Roots of Mission for Vision
Lijiraj revisits the books of history and shares with us how Mission for Vision came into existence.

It is always fascinating to learn about the genesis and history of setting up an organisation. It also gives the employees a good insight on the ethos and why the organisation came into existence in the first place, particularly for development sector organisations.

Similar to other social sector setups, even Mission for Vision has a history and strong foundation of values that are a driving force for our day-to-day activities. Let us go back to the roots and understand this better.

Birth of Tulsi Rural Development Trust

As quoted by Mark Twain, “Kindness is the language which the deaf can hear and the blind can see”. This principle was imbibed by Tulsi Trust's mentor and founder Mr. Mithumal Tulsi Chanrai.

Mr. Mithumal Tulsi Chanrai always had the motto “Help and serve for the needy always”. He also emphasized on the value of good sight and used to mention that “Eyes are the important asset”. He believed in the ideology that eyes play a pivotal part in helping you see the vibrant colours of the world. 

Adopting the principles of his father Late Mr. Mithumal Tulsi Chanrai, Mr. Jagdish M. Chanrai with the help of Mr. Mani Subramonian started the Tulsi Rural Development Trust (TRDT) in the year 1991 in Chennai to provide community eye health services to the poor and needy in south India. The objective of the trust was set for eye care. They were instrumental in providing community eye health services to the poor people spread across the rural areas close to Chennai. Mr. Mani Subramonian and Mr. Selva Durai followed the advice and sought the guidance of Mr. Jagdish Chanrai in running the trust. They decided to gift vision to the needy poor people, remove them from the clutches of darkness and bring back light in their life so that they can see the vibrant colours of the world and spread love and care. The trust that was started in the year 1991 as Tulsi Rural Development Trust has grown leaps and bounds in the last three decades and has become a popular name across the southern parts of India.

Blessings of Saint Mother Teresa

Mr. Mani Subramonian went on a trip to Mumbai for the inauguration of a building donated to Saint Mother Teresa for carrying out her services to the poor. After the inaugural function, Mr. Mani was lucky enough to have a meeting with the divine lady. At that point of time, Mr Mani used to spend only few days in India. So, she asked surprisingly that if all the people from India migrate, who will serve our country. This ignited a spark in his mind and led to his return to India from the U.K. to devote his entire time to serve the poor and needy from the rural areas.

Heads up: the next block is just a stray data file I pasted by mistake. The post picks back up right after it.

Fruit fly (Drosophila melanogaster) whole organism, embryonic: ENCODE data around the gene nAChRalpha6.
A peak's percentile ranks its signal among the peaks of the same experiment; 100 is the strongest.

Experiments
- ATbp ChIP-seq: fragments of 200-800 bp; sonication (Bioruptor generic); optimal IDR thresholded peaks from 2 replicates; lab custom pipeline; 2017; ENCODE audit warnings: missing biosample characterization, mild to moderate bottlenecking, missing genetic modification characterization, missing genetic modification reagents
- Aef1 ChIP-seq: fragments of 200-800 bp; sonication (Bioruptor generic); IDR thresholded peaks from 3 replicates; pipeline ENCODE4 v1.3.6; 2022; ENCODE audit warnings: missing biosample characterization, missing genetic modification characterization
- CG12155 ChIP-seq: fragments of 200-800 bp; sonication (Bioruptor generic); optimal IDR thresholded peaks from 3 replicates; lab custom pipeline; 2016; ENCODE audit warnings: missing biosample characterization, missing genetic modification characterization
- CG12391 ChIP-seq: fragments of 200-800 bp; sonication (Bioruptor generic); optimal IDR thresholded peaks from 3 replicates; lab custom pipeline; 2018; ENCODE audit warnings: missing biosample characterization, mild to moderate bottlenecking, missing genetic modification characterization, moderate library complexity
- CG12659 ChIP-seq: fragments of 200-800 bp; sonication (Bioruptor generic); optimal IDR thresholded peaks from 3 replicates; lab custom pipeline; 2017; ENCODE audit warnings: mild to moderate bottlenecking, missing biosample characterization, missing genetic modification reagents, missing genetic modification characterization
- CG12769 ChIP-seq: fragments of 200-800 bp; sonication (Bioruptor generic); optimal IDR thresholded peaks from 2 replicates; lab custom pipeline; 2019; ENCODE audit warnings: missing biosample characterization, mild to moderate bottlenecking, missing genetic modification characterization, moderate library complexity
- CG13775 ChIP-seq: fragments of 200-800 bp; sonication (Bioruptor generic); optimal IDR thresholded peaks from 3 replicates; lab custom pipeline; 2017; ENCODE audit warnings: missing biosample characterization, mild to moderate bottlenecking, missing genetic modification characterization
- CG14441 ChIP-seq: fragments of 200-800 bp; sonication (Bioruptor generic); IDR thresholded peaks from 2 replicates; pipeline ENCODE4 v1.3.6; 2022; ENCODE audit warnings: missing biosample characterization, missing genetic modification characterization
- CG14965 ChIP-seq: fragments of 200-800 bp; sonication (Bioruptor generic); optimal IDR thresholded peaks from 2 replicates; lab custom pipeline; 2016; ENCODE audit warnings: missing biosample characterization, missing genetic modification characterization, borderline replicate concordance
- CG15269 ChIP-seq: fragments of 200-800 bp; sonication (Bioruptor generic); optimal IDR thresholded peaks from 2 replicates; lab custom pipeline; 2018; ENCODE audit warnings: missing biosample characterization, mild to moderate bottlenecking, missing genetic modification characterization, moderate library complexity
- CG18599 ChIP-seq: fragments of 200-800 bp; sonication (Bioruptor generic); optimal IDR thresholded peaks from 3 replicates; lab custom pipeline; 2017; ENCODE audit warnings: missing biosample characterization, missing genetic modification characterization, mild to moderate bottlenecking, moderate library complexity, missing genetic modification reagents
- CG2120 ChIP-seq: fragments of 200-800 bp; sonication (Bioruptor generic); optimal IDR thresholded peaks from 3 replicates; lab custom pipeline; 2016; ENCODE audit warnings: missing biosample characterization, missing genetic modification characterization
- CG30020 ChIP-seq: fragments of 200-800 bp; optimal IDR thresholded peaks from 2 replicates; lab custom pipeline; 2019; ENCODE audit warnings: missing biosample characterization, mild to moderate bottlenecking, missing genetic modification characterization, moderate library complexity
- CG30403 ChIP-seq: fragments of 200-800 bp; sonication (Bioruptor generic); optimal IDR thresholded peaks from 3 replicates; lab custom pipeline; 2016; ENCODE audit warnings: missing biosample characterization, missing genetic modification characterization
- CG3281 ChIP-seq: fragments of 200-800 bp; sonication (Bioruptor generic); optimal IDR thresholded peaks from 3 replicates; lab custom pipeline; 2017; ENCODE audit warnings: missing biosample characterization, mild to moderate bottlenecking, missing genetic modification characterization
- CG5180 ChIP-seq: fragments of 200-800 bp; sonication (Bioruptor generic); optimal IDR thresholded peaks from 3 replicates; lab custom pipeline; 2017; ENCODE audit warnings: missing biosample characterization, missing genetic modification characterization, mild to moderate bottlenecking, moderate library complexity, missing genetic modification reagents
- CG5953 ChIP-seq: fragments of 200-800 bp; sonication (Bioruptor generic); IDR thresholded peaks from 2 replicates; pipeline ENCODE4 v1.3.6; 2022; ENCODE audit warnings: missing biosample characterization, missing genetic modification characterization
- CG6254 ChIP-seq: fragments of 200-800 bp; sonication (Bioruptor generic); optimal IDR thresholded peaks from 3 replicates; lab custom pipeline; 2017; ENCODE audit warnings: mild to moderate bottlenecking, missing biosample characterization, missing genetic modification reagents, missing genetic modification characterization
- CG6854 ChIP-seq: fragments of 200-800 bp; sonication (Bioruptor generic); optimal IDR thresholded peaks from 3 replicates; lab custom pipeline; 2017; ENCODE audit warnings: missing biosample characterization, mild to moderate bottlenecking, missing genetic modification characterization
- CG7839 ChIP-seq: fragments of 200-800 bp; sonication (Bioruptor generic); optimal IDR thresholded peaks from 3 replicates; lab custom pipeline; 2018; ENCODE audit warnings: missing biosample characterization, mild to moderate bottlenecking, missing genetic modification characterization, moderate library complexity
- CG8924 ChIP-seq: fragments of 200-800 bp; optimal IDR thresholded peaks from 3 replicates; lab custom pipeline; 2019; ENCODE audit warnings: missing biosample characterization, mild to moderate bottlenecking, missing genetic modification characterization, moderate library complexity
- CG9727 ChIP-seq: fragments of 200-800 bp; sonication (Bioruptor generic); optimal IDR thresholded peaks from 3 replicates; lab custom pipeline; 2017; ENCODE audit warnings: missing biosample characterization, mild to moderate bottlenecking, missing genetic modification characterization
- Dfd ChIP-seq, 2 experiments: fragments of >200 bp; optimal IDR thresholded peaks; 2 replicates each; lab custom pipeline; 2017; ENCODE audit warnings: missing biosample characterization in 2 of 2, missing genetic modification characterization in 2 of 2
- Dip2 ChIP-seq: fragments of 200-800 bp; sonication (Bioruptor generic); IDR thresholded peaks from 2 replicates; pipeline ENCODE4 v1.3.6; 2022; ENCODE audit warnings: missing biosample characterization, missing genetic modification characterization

Community Eye health Service

Amid his move back to India, Mr. Mani collaborated with Mr. Durai and he was involved in the services from 1995 onwards. Mr. Mani and Mr. Durai decided to select volunteers from areas in Sriperambadur, in Tamilnadu. They looked for volunteers who had the motto to serve the people wholeheartedly, with care and compassion and not focusing on monetary benefit. Around 350 volunteers actively came forward to serve the rural poor across the south.

Doctors from Sankara Nethralaya would travel to the rural areas in the hospital bus to screen patients and recommend necessary treatment. Initially, they would select 8 individuals for surgery, as the bed capacity for community patients used to be quite less in Sankara Nethralaya. This would make a total of 500 surgeries per year. As years passed by, they raised the surgery target from 500 to 3,500. With the growing need from the rural communities, Mr. Chanrai decided to launch a separate unit to serve the rural community in eye care. TRDT financially supported Sankara Nethralaya and there was a new and dedicated building in the year 1999; now the hospital is called Jaslok community Ophthalmic Centre - JCOC.

Once they gained the experience and understood the various challenges, Mr. J.M. Chanrai along with his close associates met with Saint Mother Teresa. Based on her guidance, they decided to set up a not-for-profit organisation in Mumbai and thus Mission for Vision came into existence in the year 2000.

Patient care and Mission For Vision

Mr. Durai and Mr. Mani discussed that the services rendered by them commences from organising camps, admission of patients to hospital and ends with the discharge of patients from the hospital. However, there was a huge gap in terms of follow up with the patients and in assessing their satisfaction levels on quality of service rendered. This thought process led to the introduction of Patient Care Department in 2007.

Mr. Durai has always been caring and compassionate towards patients. Without any doubts, he is rightly referred to as “King of Patient Care”. He spearheaded the Patient Care Department and developed robust processes thereon.

Today at Mission for Vision, we have branched out to various departments; however, our vision has remained constant. Mission for Vision strives to provide the best in class treatment to the patients and also assesses patient’s satisfaction levels frequently. We even go further and evaluate the effectiveness of eye screening camps, hospital facilities and frequently share the feedback with partners in order to further improve our services to communities in need.

This blog post was written by Lijiraj in consultation and inputs from Mr. Mani Subramonian.

About the Author: Lijiraj S is a Manager with the Programme Impact team at Mission for Vision. He is based in Chennai and is closely working with Sankara Eye Hospitals in Coimbatore, Krishnan Kovil, Bengaluru, Shimoga, Guntur, JCOC/Sankara Nethralaya in Chennai and Sri Srinivasa Sankara Nethralaya - Tirupati.